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1864 August 10: “We frequently work all night with the ax, pick & spade and are able to protect ourselves”

August 10, 2014

The original letter is in the Edwin D. Levings Papers (River Falls Mss BO), in the University Archives and Area Research Center at the University of Wisconsin-River Falls.

Near Atlanta Ga., Aug 10th, 1864.

Ever Dear Parents,

                                   We were gladdened last night by the arrival of your letter of the 31st July, it having been but nine days on the way ~ pretty quick time.

Well, I am thankful I have no bad news for you.  We are both safe and able to do our regular duty.  If you have received our letters, you know all about those battles.  Yet, we have certainly seen the “elephant.”  We see more or less of him daily.

You say you heard the 12th was on the extreme right.  Not so.  Our Div. was on the right of the Corps, and our Brig. the centre Brig. & the 12th on the right of it.  Only the left wing companies were much exposed and they had a hand in repelling the charge of the enemy.  Co. B lost heavily.  The charge we made the day before was the most severe on us.  If you have seen the Wis. State Journal you have read a full account of those battles.  Our Chaplain Walker, of our Co. is correspondent.¹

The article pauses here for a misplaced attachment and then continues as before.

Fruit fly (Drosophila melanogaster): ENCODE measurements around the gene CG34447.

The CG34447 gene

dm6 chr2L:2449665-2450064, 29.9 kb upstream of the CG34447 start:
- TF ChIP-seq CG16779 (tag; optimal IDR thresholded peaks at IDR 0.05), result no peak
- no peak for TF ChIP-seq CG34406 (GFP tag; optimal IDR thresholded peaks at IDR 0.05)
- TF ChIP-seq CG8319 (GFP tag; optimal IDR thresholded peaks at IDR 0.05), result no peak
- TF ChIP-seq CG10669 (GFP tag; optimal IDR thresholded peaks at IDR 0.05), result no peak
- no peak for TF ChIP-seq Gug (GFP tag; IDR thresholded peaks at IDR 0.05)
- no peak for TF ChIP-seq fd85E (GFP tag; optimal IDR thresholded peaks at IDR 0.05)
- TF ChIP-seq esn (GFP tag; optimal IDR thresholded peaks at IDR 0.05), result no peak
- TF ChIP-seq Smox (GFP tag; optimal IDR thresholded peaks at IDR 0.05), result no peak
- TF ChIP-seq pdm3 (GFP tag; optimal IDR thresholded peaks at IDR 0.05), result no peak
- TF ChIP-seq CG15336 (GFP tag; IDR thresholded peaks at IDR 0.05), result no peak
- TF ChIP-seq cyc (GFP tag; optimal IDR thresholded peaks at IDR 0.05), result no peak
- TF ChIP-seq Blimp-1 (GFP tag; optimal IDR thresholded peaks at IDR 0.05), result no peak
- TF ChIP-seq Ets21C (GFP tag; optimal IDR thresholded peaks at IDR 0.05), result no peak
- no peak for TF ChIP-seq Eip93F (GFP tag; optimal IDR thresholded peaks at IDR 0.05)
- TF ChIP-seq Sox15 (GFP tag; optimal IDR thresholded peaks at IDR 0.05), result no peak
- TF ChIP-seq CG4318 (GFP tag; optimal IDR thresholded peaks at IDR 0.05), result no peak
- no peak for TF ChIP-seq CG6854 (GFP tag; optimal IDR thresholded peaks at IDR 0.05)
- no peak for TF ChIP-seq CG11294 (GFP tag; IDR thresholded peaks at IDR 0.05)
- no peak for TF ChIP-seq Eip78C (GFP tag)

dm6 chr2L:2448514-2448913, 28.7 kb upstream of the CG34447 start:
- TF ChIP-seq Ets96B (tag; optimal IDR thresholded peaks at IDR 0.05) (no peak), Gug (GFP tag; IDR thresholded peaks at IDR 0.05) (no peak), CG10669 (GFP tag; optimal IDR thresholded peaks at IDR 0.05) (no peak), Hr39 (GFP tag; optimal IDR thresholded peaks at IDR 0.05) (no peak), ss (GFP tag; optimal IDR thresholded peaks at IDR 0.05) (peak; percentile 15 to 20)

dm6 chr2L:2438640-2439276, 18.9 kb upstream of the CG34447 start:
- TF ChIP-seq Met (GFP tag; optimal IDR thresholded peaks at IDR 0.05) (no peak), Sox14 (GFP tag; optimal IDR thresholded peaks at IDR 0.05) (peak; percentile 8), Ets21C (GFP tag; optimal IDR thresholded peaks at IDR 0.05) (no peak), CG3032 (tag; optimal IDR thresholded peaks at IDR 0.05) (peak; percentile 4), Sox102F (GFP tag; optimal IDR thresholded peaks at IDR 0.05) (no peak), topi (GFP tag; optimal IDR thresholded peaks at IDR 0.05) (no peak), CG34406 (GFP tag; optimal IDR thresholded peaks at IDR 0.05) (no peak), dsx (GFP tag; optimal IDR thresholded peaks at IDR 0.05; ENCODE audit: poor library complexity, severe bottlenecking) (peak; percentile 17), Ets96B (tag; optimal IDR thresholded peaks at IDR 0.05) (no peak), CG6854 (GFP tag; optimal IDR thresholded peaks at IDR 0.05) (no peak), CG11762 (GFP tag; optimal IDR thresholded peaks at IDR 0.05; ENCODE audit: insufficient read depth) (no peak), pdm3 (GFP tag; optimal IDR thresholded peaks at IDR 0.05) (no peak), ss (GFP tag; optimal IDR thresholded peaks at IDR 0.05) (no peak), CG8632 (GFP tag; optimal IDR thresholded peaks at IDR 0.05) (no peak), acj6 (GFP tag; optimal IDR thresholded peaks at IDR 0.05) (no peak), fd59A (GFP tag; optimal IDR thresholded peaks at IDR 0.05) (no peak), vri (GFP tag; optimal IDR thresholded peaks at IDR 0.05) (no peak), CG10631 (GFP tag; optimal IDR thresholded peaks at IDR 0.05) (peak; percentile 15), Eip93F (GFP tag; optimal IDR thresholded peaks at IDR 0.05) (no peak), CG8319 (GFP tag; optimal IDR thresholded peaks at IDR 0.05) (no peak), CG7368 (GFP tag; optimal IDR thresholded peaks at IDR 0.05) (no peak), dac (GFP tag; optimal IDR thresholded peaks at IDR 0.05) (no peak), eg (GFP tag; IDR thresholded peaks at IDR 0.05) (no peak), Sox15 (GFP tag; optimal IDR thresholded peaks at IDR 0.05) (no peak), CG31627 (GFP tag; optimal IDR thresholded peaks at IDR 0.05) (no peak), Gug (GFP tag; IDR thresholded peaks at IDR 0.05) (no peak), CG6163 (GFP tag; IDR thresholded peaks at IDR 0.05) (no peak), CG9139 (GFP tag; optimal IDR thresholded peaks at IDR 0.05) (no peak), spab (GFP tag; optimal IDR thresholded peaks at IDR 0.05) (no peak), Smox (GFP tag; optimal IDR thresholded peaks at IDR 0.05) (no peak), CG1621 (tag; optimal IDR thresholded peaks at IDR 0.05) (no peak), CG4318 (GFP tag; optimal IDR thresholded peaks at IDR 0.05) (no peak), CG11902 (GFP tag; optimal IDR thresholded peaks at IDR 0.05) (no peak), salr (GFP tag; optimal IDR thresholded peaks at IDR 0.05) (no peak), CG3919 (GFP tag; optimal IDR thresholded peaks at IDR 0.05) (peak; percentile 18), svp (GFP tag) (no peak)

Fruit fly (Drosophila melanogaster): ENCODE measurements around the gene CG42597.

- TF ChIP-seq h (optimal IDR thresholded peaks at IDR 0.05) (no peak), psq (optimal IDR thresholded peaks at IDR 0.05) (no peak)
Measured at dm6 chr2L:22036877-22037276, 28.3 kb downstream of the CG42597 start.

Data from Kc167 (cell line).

We are shortening our lines as rapidly as possible, closing up on them.  Yesterday I was on the skirmish line again and the line advanced about 70 rods.  The rebels fell back, but before night we received their leaden compliments and returned them.  We were in a rather uncomfortable position for we could hear the rebels erecting a batteries to shell us out.  This morning they have opened from them on our advance & third line of works which are in an open field exposed to an enfilading fire, but I tell you the spade is being used here.  We frequently work all night with the ax, pick & spade and are able to protect ourselves.  Close to our Co. is one of our batteries of 8 guns.  Yesterday, all day long, our batteries, from our position around to the extreme left, were shelling the city.  We can not see it here but we are only 2 miles from it.  By climbing trees we can see it.  We are sanguine of taking Atlanta, but not for some time yet.  The rebels are defending their city bravely, and we may not be able to take it for weeks yet.  We have built 3 strong lines here.  The 12th [Wis.] & 31st Ills. have been in front for some time, but they are now in the 2nd line, and the other 2 Regiments of the Brig., 16th Wis. & 30 Ills., are out in the the front line.  The rebels are now shelling us now lively.  I have quit writing several times and I don’t know but I shall have to quit altogether.  I guess I’ll stop a while ~ till they cease firing, anyway.   Homer² is cooking beans, or was, says they are under fire now & they may cook without watching for a while.  They won’t stop firing, & I’ll commence writing again.